I do not believe that this is the best interpretation of this passage, by the way, yet even though a passage may have only one interpretation it may have many applications. And as an application of a Christian’s death and entrance into heaven, I believe the passage speaks to this future event in our lives for believers. I believe what John experienced in vision each Christian will experience personally. There will come a time when our bodies die and they are here no more, and after these things, after these earthly cares and concerns are over for us, we shall enter into the glory of the Lord.

There in heaven will be God, and there our understanding will be made complete. We will be made to see the true power of evil, and especially the true and overwhelming victorious power of God. Evil will be defeated. Christ shall be victorious. And we will be brought into knowledge that will equip us mentally and spiritually for eternity.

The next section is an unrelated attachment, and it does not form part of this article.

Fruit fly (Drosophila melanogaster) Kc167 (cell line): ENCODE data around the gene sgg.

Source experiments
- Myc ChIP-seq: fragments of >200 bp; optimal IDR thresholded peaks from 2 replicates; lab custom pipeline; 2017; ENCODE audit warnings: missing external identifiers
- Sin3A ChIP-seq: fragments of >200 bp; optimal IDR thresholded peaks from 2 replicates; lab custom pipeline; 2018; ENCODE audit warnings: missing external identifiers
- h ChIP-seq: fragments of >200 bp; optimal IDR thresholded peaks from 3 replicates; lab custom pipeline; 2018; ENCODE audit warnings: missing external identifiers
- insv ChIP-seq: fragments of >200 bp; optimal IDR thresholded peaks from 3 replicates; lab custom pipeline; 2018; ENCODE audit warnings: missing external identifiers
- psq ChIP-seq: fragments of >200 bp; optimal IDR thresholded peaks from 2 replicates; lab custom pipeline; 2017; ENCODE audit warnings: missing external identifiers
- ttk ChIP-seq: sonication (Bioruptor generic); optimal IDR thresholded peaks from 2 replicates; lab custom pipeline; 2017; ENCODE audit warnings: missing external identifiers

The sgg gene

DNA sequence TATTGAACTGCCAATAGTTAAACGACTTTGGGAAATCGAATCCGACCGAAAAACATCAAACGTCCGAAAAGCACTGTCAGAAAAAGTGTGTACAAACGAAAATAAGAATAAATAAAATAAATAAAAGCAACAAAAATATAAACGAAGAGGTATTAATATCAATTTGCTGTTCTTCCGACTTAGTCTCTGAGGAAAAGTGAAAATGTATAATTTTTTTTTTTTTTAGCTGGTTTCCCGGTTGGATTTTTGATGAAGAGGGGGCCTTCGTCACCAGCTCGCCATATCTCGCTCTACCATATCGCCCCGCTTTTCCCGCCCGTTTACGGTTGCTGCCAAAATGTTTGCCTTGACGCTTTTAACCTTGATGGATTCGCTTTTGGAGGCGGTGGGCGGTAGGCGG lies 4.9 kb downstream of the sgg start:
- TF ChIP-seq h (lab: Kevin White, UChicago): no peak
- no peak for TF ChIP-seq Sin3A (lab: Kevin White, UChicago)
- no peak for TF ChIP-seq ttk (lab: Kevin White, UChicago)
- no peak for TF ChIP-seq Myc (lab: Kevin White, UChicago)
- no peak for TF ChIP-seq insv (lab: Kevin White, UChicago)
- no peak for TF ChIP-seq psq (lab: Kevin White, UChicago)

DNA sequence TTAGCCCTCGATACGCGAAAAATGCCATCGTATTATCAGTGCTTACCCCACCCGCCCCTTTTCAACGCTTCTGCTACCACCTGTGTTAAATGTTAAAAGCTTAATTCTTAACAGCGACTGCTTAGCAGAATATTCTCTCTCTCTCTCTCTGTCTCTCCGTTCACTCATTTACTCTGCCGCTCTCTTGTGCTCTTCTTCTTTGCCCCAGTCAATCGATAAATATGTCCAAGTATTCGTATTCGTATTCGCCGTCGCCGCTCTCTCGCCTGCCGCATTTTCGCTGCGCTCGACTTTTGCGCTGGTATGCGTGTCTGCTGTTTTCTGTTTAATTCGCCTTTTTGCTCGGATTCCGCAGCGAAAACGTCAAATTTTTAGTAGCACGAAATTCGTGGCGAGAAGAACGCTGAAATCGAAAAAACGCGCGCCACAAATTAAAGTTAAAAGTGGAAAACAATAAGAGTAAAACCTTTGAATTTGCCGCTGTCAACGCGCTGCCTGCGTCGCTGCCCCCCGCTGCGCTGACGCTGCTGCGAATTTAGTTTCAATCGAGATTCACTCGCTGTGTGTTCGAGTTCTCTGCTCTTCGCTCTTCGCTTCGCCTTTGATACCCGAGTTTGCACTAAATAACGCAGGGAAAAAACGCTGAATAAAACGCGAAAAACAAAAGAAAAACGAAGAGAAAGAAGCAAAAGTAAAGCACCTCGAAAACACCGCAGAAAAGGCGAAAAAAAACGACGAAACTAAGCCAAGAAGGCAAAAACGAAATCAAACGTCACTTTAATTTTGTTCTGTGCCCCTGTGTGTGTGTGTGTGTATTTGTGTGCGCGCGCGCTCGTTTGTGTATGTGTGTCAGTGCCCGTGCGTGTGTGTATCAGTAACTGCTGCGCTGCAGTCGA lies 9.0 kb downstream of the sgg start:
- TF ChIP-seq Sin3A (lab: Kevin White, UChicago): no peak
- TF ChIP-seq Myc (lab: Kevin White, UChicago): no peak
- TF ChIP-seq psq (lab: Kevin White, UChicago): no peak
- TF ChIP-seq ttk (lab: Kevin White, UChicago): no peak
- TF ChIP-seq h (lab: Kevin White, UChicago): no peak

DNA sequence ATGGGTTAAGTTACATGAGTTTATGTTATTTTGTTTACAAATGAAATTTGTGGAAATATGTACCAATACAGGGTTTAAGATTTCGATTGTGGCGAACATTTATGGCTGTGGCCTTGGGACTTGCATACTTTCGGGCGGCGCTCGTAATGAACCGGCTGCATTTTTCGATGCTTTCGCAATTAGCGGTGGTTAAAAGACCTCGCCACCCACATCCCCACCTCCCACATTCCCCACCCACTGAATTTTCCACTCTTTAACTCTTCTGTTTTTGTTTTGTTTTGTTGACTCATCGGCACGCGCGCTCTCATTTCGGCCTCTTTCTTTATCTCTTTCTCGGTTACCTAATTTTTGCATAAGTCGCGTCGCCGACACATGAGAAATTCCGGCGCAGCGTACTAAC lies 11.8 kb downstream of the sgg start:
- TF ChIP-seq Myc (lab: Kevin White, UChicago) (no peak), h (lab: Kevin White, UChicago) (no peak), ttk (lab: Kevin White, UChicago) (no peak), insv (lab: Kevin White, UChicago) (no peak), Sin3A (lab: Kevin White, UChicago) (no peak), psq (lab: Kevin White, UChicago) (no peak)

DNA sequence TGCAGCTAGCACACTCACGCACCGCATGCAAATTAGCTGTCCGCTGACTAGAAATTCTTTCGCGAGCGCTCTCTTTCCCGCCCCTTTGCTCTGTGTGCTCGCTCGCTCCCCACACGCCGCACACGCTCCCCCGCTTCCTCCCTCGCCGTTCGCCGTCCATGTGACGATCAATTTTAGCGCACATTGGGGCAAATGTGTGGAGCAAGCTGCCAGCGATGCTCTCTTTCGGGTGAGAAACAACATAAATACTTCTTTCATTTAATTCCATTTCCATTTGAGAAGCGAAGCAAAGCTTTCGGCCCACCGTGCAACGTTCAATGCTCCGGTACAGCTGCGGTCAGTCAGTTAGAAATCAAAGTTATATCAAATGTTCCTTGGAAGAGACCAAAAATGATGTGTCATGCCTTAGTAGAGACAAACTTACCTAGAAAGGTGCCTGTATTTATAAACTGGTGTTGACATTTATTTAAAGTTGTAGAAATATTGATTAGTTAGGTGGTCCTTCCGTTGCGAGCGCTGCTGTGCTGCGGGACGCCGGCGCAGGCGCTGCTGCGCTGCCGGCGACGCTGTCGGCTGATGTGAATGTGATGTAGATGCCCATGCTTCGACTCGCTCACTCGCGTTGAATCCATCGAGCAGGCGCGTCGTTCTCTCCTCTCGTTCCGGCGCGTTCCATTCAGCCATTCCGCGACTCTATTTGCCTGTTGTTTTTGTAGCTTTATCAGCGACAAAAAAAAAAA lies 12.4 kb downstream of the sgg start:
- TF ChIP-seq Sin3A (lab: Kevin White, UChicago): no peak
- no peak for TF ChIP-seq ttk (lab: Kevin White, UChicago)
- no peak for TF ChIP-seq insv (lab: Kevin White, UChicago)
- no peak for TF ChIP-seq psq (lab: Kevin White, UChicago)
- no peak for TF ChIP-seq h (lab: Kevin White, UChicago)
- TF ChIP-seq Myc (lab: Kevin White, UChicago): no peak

What a moment that will be for us all, when we leave this world, this “valley of tears” sometimes called this “vale of tears” from Psalm 84:6. Whatever sickness, suffering, trials, heartbreak, and pain we experience in death, heaven will be so much more glorious that we will be overwhelmed with the power, glory, and grace of God. Our souls do not enter into some vast holding tank where we are unaware of future events, rather we see fully the plan of God and the way He will accomplish His plan for the ages.

But, though this is an application of the passage, I do not believe this is the full meaning of the passage. The chief problem with this interpretation is that it then leaves The Revelation open to subjective and random interpretations, a free-wheeling and irresponsible treatment of the book. One scholar says a figure represents one emperor and another scholar says, no it is a different emperor, or not an emperor at all.